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December 23, 2012, 03:18:26 AM Last edit: December 23, 2012, 04:18:29 AM by 2112 

Clearly we must be talking about different arithmetic types. I'm talking about arbitraryprecision rational arithmetic of the type provided by mpq_t in the GNU multiprecision library, for which "2/1" + "2/1" = "2/1" * "2/1" = "4/1" (exact rationals with no concept of uncertainty).
No, we've been talking about the same thing. You just spent so much time amongst scientists and engineers that you've forgotten how the average folks (e.g. bookkeepers, tradesmen, etc.) do arithmetic. What I wrote was: 200/100 + 200/100 = 400/100 and 200/100 * 200/100 = 40000/10000. The concept of "un/certainity" is know to most of the people as "in/significant digits". You may have saved yourself some time right now, but you'll pay it all back (and more) when the users will start showing you examples where your mathematically correct arithmetic simply doesn't agree with their textbooks or with the results from the HP12c. What is the value of your "exact" arithmetic if it cannot exactly represent many of the solutions to the time value of money problems, e.g. APR is 5%, how much is this per month or per week or per day? Lots of TVM math requires irrational numbers, quite few commonly used calculations (e.g. IRR) don't have closedform solutions and require iterative approximations. If your software is going to disagree with the HP12c, your software is going to lose, not the HP12c. Does GNU gmp support all the rounding modes routinely used in accounting? I couldn't quickly find them in the documentation. IEEE754 folks support at least the basic 5. Edit: Anyway, the advanced quantitative trading software that I've seen used continuous compounding for the TVM calculations. I can't recall the minimum fixed precision that was required; it was either 6 or 8 digits after the decimal point. Edit2: To avoid any further miscommunication: please try correctly implementing http://speleotrove.com/decimal/telco.html using your chosen representation.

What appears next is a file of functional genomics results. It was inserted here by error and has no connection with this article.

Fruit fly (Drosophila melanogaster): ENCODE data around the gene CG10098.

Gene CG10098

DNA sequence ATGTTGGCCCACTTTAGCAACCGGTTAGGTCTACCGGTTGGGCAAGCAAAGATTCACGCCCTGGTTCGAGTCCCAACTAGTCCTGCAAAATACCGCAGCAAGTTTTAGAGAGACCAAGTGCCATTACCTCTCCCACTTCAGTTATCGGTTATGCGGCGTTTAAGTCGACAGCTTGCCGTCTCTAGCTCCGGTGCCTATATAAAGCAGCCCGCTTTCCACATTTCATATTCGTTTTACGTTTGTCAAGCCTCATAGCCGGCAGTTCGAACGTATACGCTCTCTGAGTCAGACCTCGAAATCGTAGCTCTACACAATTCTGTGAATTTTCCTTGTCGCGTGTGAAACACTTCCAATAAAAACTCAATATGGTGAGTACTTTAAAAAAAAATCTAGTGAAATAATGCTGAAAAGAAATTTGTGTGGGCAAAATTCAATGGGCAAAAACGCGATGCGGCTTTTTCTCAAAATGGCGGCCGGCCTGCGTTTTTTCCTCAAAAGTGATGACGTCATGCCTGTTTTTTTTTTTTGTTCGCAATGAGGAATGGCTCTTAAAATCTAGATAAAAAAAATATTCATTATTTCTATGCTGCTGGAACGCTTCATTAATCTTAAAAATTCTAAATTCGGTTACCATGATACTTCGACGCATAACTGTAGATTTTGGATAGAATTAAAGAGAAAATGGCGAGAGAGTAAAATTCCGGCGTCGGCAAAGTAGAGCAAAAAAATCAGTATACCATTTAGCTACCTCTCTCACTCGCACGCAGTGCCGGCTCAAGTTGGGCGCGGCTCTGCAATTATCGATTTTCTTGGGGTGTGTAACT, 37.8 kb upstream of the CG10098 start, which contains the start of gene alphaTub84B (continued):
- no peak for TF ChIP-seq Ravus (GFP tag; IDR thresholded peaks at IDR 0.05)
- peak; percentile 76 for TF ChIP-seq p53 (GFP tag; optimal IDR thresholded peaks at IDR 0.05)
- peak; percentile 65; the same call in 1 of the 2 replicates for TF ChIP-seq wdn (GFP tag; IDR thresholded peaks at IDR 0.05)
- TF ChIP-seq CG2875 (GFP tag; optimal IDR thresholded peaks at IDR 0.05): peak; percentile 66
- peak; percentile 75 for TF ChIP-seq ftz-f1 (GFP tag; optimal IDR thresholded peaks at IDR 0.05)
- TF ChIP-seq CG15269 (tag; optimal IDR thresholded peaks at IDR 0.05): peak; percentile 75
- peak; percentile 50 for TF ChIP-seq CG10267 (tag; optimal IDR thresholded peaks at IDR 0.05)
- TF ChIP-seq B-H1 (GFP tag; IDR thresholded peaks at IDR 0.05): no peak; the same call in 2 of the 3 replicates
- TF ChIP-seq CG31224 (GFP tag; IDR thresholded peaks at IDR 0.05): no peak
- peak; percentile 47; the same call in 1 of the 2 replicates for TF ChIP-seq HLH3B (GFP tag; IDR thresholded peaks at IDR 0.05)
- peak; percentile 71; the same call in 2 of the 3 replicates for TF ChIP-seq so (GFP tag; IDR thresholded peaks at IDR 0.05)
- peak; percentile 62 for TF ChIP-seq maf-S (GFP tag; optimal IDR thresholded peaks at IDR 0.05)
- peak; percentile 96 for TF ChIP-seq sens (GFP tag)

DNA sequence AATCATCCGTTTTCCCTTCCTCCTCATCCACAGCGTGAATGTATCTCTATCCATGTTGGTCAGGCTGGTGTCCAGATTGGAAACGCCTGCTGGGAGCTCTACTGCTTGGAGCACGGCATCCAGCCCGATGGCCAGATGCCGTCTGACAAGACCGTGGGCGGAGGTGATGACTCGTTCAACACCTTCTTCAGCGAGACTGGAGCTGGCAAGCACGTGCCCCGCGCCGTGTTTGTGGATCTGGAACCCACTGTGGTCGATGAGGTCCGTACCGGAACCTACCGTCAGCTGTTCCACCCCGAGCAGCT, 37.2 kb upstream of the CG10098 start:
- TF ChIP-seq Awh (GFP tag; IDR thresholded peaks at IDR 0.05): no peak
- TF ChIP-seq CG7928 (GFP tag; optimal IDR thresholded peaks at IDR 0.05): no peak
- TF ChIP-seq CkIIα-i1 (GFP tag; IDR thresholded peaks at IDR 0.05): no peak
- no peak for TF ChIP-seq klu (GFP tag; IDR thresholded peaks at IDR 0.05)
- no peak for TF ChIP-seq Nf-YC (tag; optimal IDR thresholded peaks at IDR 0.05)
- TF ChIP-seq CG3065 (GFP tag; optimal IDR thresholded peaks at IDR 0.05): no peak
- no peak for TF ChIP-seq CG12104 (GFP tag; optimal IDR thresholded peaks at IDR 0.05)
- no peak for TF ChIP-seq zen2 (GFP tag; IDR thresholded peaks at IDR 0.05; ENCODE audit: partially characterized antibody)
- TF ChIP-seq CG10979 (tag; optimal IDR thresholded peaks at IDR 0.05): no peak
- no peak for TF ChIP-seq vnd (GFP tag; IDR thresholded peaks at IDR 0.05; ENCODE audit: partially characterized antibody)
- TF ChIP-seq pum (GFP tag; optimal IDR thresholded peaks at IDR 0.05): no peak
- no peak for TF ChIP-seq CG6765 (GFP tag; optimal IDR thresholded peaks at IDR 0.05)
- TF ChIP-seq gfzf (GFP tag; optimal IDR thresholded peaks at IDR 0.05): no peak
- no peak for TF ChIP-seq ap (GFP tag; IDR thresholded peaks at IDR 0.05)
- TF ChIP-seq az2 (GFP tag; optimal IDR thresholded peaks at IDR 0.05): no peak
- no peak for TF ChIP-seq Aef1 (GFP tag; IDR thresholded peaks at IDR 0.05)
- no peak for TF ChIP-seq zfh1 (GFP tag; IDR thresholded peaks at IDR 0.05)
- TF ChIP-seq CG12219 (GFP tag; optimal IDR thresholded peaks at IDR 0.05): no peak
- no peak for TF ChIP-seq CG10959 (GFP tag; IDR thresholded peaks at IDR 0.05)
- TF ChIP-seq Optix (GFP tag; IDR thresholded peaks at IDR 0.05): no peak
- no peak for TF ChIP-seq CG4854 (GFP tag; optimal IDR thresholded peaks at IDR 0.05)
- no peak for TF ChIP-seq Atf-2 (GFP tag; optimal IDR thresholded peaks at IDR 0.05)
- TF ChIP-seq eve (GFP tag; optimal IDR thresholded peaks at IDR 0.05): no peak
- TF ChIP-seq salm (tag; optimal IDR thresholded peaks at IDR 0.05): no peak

2112
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December 23, 2012, 04:08:29 AM 

Decimal is easy to screw up. Even if computers don't have a problem with it, in my experience humans make all kinds of subtle bugs dealing with decimal and floating datatypes. Integer is clean and simple.